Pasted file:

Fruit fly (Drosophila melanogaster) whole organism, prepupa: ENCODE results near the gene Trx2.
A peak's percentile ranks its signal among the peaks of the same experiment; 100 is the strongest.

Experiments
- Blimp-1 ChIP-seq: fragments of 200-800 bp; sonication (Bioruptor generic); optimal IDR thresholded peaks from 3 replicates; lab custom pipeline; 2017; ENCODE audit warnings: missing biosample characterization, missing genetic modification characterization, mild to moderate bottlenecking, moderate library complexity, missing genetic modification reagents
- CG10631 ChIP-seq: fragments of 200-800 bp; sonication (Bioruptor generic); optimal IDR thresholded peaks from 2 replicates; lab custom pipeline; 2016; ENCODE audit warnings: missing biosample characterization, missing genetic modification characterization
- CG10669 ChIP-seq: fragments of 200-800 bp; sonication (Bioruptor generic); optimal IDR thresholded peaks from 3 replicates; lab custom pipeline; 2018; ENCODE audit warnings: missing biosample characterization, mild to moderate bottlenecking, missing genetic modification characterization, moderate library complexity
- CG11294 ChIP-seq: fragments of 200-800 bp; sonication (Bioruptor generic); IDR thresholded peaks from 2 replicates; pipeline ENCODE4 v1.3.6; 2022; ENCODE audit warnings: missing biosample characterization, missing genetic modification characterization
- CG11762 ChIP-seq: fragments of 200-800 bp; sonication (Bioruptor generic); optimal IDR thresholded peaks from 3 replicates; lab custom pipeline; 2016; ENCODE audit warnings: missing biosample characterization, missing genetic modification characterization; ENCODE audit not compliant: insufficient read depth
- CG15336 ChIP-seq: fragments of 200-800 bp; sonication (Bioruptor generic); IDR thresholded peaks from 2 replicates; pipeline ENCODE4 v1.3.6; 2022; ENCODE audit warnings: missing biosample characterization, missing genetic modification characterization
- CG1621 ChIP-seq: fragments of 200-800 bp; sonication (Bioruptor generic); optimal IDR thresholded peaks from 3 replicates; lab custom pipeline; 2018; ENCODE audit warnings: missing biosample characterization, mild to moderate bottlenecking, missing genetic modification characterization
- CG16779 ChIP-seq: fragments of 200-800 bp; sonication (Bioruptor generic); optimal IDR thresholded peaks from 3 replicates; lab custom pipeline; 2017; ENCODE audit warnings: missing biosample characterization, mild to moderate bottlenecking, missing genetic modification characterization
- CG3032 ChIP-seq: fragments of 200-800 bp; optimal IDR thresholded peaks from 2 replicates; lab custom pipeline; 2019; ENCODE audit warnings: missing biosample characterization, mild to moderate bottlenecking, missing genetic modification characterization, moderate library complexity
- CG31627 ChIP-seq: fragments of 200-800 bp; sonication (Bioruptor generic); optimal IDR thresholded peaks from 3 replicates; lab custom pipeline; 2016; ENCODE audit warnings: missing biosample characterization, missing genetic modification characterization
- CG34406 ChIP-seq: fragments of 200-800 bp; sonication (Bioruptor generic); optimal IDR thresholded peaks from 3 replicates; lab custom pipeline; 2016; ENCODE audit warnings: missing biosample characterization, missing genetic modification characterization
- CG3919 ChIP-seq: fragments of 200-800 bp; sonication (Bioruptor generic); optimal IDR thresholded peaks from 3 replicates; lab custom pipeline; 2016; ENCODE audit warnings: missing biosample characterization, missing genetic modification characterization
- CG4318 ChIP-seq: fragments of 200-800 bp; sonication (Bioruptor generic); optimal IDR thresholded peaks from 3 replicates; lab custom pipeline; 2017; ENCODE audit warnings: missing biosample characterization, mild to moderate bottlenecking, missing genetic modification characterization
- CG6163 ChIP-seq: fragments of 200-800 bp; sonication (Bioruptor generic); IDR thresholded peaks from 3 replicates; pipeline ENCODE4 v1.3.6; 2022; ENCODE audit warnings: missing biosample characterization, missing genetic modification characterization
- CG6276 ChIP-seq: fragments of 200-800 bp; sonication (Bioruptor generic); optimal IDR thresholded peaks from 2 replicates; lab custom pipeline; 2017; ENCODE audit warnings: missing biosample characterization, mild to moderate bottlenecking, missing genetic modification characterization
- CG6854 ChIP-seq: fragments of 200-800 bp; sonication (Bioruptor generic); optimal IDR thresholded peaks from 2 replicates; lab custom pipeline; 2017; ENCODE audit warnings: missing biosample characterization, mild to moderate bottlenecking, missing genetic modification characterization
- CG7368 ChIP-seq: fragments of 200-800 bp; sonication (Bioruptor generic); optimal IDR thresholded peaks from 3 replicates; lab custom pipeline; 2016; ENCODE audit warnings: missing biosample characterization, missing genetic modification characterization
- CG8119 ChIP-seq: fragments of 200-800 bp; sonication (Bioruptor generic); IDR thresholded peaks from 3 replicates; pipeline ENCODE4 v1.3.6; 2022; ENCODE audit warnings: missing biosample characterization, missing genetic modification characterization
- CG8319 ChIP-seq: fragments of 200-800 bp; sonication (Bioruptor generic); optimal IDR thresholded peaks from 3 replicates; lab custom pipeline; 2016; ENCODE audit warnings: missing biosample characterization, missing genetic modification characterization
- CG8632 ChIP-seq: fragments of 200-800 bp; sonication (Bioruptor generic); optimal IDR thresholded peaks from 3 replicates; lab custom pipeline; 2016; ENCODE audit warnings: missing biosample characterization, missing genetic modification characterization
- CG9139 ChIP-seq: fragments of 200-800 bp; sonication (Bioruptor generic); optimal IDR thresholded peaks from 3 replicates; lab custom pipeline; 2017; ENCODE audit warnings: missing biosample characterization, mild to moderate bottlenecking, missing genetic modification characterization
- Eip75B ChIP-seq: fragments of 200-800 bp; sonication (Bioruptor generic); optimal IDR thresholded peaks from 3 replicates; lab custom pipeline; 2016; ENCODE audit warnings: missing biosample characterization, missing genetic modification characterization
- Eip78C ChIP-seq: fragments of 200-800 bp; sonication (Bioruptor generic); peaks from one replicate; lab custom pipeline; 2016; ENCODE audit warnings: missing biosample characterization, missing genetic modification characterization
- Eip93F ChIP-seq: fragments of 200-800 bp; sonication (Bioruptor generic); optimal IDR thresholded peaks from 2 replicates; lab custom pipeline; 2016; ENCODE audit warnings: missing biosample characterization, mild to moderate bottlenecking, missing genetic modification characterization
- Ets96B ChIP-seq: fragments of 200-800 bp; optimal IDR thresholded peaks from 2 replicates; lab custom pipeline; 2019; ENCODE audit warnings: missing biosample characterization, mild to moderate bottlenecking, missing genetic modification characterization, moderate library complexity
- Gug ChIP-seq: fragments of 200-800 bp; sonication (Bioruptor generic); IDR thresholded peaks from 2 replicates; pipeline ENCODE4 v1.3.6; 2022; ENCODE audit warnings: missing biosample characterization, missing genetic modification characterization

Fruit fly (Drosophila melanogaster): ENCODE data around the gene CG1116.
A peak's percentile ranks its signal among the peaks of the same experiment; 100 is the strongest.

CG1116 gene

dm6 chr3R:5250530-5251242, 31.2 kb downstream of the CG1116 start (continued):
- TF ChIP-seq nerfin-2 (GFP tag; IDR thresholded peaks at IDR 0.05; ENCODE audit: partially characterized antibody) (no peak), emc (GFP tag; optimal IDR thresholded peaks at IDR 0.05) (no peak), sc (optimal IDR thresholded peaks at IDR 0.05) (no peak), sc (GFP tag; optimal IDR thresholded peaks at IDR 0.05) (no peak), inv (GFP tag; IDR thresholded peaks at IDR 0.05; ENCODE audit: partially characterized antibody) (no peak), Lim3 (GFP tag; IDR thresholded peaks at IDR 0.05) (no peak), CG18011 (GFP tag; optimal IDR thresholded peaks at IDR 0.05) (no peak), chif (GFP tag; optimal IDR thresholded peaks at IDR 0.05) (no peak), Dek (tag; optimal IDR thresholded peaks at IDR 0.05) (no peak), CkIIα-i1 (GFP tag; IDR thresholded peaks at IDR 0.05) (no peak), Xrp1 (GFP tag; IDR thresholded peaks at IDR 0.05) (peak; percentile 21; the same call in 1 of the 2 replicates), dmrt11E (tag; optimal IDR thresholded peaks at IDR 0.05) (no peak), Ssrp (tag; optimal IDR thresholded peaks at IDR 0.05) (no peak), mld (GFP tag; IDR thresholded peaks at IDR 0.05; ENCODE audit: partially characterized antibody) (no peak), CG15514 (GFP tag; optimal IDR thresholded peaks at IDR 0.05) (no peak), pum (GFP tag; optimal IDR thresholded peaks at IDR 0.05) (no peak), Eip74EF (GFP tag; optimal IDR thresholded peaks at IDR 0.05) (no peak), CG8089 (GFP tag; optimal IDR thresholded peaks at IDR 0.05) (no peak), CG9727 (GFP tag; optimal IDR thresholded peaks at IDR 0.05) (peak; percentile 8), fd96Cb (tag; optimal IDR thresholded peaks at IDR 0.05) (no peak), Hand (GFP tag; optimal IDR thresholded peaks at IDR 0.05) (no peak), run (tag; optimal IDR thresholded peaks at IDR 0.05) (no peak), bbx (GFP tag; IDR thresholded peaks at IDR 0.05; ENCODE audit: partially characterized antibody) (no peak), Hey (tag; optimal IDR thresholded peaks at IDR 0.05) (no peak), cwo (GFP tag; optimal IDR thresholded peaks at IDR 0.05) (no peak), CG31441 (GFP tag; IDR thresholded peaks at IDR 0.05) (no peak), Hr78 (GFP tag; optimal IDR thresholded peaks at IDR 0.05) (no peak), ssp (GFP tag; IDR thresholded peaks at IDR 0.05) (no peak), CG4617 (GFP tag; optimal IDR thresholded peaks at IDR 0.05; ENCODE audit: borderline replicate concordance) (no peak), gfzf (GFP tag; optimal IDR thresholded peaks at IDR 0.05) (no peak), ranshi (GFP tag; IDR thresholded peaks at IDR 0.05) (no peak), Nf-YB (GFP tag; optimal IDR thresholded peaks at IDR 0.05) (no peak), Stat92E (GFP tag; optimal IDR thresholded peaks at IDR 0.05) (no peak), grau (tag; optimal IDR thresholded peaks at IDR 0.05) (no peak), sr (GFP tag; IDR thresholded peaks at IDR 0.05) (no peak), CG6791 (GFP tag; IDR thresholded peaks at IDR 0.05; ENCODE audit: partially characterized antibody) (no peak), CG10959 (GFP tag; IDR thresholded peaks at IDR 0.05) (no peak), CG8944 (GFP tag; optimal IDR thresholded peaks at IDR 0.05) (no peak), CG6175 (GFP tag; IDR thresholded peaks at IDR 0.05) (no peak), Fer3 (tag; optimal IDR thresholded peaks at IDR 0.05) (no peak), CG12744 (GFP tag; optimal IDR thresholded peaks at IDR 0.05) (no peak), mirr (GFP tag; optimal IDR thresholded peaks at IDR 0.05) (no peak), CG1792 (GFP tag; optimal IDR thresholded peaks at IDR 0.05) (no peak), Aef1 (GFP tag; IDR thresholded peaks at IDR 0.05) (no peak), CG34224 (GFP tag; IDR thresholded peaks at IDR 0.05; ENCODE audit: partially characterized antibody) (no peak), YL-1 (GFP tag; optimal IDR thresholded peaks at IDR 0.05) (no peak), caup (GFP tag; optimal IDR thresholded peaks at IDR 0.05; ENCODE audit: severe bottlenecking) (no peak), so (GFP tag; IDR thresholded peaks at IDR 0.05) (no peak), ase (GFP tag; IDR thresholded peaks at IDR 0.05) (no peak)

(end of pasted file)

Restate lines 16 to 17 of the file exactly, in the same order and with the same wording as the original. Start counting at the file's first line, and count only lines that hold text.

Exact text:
- CG4318 ChIP-seq: fragments of 200-800 bp; sonication (Bioruptor generic); optimal IDR thresholded peaks from 3 replicates; lab custom pipeline; 2017; ENCODE audit warnings: missing biosample characterization, mild to moderate bottlenecking, missing genetic modification characterization
- CG6163 ChIP-seq: fragments of 200-800 bp; sonication (Bioruptor generic); IDR thresholded peaks from 3 replicates; pipeline ENCODE4 v1.3.6; 2022; ENCODE audit warnings: missing biosample characterization, missing genetic modification characterization